Pre- and peri-operative strategies are becoming standard for the management of Localized gastro-esophageal cancer. For localized gastric/gastro-esophageal junction (GEJ) cancer there are conflicting data that a peri-operative approach with cisplatin-based chemotherapy improves survival, with the benefits seen in esophageal cancer likely less than a 5—10% incremental improvement. Further trends toward improvement in local control and survival, when combined chemotherapy and radiation therapy are given pre-operatively, are suggested by recent phase III trials. In fit patients, a significant survival benefit with pre-operative chemoradiation is seen in those patients who achieve a pathologic complete response. In esophageal/GEJ cancer, definitive chemoradiation is now considered in medically inoperable patients. In squamous cell carcinoma of the esophagus, surgery after primary chemoradiation is not clearly associated with an improved overall survival, however, local control may be better. In localized gastric/GEJ cancer, the integration of bevacizumab with pre-operative chemotherapy is being explored in large randomized studies, and with chemoradiotherapy in pilot trials. The addition of anti-epidermal growth factor receptor and anti-human epidermal growth factor receptor-2 antibody treatment to pre-operative chemoradiation continues to be explored. Early results show the integration of targeted therapy is feasible. Metabolic imaging can predict early response to pre-operative chemotherapy and biomarkers may further predict response to pre-operative chemo-targeted therapy. A multimodality approach to localized gastro-esophageal cancer has resulted in better outcomes. For T3 or node-positive disease, surgery alone is no longer considered appropriate and neo-adjuvant therapy is recommended. The future of neo-adjuvant strategies in this disease will involve the individualization of therapy with the integration of molecular signatures, targeted therapy, metabolic imaging and predictive biomarkers.
Globally both gastric and esophageal cancers are significant health problems and account for approximately 1.4 million new cases per year with 1.1 million cancer-related deaths [Parkin et al. 2005]. This annual mortality is higher than that for both breast and colorectal cancers combined. In the United States, in 2008, an estimated 16,470 patients will be diagnosed with esophageal cancer resulting in 14,280 deaths, making this disease the seventh leading cause of cancer death in men, and 21,500 cases of gastric cancer will be diagnosed resulting in 10,880 deaths [Jemal et al. 2008].
The last three decades have seen a dramatic epi-demiologic shift in the location of both gastric and esophageal cancers as well as the histologic subtype of esophageal cancers. Tumors of the lower esophagus and proximal stomach are classified as gastro-esophageal junction (GEJ) cancers and this cancer has been increasing in incidence by 5—10% per year since the mid 1970s and is the most rapidly increasing cancer in many Western countries [Kamangar et al. 2006]. Distal esophageal and GEJ adenocarcinoma is now the predominant esophageal cancer subtype, and the majority of gastric cancers are now located in the proximal stomach [Pera et al. 1993].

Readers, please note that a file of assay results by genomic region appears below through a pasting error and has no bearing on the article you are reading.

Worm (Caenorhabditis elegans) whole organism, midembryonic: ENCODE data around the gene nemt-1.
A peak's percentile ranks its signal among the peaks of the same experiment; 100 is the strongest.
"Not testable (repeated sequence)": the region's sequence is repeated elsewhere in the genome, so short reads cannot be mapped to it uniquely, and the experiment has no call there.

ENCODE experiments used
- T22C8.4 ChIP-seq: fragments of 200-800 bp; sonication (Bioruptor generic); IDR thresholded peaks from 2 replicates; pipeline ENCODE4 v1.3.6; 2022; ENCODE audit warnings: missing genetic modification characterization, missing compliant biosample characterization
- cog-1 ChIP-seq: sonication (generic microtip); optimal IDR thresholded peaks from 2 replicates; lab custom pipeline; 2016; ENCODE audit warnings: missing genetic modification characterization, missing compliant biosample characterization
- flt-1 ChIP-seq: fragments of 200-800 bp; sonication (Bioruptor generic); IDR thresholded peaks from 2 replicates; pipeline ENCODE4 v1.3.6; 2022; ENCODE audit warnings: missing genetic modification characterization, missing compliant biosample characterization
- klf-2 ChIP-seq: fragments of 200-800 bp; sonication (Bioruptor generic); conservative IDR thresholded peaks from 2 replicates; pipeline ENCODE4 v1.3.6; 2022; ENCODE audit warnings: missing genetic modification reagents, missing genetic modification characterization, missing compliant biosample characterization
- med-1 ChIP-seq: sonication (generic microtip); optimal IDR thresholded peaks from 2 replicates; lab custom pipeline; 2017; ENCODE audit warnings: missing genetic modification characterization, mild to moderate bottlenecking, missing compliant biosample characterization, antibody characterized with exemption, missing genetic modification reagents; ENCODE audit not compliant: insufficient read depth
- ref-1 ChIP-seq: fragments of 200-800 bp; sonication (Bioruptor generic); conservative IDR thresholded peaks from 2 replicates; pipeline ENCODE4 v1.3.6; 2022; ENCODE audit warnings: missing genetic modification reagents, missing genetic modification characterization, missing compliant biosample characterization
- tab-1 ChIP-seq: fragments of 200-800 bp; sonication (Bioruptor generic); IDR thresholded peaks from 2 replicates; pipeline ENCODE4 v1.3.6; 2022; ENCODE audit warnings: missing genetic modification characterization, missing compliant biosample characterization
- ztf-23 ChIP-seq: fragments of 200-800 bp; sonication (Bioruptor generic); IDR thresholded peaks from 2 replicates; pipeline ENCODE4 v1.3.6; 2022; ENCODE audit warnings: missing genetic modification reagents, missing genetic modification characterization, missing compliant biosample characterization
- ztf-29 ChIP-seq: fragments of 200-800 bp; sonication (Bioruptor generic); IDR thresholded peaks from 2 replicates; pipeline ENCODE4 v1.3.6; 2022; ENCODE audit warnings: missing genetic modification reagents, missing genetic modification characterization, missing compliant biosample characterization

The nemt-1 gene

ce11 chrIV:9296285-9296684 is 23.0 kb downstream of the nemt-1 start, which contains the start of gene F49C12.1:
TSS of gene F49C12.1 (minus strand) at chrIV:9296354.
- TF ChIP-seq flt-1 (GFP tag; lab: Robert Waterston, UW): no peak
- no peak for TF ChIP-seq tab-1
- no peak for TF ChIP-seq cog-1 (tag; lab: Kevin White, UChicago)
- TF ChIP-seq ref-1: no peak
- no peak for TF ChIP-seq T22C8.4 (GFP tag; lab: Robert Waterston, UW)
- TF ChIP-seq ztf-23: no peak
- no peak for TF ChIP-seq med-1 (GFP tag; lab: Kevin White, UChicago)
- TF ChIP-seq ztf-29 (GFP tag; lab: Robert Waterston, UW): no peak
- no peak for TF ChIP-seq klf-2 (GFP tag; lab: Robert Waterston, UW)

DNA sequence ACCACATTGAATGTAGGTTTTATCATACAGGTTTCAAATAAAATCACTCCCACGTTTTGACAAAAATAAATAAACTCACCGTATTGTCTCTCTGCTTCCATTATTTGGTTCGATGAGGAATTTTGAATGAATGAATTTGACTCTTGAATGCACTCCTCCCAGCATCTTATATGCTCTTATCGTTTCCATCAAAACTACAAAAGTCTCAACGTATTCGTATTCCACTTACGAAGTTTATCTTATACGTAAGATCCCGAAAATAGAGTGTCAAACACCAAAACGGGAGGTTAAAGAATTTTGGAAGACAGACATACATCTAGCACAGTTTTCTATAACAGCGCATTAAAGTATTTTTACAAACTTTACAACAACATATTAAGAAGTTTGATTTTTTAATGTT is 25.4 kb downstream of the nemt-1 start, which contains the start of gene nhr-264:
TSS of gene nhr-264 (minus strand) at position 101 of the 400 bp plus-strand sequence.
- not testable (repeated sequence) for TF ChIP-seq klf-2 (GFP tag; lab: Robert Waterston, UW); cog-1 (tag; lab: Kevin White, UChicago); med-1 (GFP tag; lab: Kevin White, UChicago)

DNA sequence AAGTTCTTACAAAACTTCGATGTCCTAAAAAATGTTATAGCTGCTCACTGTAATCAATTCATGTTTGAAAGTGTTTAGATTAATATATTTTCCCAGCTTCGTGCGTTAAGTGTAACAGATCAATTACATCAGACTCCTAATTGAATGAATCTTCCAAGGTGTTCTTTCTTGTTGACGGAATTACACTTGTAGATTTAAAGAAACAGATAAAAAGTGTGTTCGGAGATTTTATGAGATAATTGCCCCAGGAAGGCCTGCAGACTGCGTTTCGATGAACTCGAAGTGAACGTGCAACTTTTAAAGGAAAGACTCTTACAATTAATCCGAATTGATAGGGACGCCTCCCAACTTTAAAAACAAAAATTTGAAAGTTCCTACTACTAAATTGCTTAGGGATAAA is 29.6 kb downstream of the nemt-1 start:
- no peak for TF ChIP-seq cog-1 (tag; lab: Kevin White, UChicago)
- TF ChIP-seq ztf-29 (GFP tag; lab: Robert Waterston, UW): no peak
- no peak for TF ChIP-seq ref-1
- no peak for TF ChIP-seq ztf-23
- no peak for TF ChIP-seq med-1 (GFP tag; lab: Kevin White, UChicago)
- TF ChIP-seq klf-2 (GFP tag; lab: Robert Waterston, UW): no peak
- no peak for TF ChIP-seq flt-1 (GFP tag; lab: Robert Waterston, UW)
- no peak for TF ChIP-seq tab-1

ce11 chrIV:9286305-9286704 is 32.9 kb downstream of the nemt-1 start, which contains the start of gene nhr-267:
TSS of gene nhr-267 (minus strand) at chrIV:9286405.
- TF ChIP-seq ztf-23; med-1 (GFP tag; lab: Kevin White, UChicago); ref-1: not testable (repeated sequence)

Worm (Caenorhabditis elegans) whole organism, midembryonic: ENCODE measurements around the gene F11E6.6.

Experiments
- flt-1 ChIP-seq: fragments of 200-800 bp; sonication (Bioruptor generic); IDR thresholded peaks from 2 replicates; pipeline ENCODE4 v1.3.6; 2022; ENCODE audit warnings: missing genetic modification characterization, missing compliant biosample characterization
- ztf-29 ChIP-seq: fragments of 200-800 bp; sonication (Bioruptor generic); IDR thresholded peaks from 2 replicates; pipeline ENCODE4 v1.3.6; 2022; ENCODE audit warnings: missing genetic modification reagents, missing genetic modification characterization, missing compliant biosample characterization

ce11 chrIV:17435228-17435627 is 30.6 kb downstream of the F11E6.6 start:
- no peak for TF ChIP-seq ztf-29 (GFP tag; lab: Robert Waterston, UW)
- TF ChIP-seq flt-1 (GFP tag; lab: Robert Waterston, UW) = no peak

The 5-year survival of patients with gastro-esophageal cancers (distal esophagus, GEJ, and proximal stomach making up the majority of cases) has not changed significantly over the last 25—30 years. Approximately 50—60% of patients present with distant metastatic disease and median overall survival (OS) with systemic chemotherapy has remained at less than one year [Van Cutsem et al. 2008]. However, progress has been made in the treatment of localized disease. Combinations of pre-operative (neo-adjuvant) chemotherapy, peri-operative chemotherapy or pre-operative (neo-adjuvant) chemoradiotherapy with surgery have resulted in R0 resection rates between 40 and 80% and 5-year survival rates from 20 to 40%.
A variety of combination chemotherapeutic agents have been used in the treatment of gastro-esophageal cancers over the last 30 years. These include fluoropyrimidines, anthracyclines, platinums, taxanes and campothecins. Combining different classes of drug exploits the different modes of action in the cancer cell and may allow lower doses of each individual drug to be given in the combination regimen thus reducing side effects. Work over the last decade has identified distinct molecular pathways leading to tumorigenesis, angiogenesis and metastasis. Drug development has led to direct treatment at specific molecular targets. This review will focus on the integration of targeted therapy into the neo-adjuvant treatment of gastro-esophageal cancers.
Filed Under: Research